Summary (Magill's Survey of American Literature, Revised Edition)
Countée Cullen was an accomplished artist whose work in standard forms modeled by famous literary artists, such as John Keats, earned him a bright reputation at an early age. He published in distinguished literary magazines, demonstrating an ability to function in both black and white literary circles and drawing praise from critics across the racial spectrum. His distinguished academic career led to sustained literary production in various forms, but Color, his first volume of poems, brings together most of his memorable works, including “Yet Do I Marvel,” “Heritage,” and “To John Keats, Poet. At Spring Time.”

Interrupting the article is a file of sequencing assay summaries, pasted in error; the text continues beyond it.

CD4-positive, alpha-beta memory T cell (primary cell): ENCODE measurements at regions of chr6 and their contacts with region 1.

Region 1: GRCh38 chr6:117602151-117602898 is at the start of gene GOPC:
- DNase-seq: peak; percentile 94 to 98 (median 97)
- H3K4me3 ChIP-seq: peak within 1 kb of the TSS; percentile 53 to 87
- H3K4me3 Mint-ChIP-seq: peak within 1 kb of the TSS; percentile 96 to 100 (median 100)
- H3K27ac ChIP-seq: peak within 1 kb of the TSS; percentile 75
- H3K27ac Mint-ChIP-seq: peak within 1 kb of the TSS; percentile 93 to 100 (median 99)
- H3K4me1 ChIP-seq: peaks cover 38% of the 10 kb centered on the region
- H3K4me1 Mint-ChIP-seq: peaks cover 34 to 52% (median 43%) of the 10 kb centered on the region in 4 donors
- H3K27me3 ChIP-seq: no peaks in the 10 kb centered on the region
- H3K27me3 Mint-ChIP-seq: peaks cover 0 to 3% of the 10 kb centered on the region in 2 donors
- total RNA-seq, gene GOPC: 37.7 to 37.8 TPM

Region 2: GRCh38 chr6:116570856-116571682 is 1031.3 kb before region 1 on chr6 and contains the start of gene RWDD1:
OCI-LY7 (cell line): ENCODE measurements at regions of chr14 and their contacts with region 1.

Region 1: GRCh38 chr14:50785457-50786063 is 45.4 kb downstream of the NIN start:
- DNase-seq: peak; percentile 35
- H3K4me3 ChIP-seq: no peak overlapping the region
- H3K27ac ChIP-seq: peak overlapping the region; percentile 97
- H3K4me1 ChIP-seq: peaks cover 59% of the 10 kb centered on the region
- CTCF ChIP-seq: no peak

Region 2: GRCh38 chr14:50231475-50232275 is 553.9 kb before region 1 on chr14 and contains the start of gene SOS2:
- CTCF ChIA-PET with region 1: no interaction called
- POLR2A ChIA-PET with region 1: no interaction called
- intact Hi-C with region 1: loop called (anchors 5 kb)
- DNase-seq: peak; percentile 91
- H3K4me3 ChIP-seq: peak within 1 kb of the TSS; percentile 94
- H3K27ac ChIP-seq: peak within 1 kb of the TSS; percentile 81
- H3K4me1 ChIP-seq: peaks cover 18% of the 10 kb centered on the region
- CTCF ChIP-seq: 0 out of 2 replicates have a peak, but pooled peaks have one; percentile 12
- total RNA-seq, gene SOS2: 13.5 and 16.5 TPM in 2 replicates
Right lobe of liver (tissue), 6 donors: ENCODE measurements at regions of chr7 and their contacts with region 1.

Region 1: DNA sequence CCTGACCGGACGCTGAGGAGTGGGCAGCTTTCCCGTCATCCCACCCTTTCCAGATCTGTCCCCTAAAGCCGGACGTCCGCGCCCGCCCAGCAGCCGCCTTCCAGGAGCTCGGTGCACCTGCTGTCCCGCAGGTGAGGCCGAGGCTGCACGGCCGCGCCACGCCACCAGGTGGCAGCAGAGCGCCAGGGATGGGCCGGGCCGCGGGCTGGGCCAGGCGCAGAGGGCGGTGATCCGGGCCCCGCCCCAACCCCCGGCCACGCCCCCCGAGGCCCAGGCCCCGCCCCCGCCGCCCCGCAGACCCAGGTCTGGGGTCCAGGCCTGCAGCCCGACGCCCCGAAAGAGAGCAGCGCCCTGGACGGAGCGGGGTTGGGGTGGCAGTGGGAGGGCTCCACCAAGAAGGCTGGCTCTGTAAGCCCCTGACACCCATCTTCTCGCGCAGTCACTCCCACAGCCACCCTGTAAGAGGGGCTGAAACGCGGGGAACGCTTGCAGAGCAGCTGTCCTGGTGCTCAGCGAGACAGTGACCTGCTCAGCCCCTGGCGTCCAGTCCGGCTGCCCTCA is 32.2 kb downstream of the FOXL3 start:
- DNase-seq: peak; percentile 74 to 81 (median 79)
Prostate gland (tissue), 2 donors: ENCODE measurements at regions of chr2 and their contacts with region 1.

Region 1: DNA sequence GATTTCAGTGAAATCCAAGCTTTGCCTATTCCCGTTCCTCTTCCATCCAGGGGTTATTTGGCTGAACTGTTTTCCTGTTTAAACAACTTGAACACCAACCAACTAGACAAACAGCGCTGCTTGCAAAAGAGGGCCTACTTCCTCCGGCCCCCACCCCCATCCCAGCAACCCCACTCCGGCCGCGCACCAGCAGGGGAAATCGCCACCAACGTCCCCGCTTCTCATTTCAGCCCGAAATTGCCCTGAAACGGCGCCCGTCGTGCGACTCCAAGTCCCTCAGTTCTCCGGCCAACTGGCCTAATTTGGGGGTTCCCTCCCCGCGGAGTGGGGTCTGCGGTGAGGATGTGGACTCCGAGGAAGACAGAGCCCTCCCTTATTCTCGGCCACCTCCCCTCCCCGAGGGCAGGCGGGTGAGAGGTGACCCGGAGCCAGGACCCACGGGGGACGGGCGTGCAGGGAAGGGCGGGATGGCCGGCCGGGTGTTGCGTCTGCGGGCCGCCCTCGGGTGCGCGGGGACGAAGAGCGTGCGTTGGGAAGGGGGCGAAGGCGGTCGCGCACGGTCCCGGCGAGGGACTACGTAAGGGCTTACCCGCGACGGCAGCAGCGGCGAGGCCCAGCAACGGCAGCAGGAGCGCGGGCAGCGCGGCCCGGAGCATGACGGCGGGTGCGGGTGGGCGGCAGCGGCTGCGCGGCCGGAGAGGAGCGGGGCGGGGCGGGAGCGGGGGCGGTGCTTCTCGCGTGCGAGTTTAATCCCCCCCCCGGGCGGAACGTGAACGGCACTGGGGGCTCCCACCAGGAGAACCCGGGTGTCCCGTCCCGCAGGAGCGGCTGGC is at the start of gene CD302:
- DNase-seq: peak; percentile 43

Cullen retains an important place in literary history as part of the Harlem Renaissance, but some critics lament that Cullen relied too heavily on white literary predecessors and did not go far enough in establishing African American idiom and culture in his works.
(The entire section is 140 words.)
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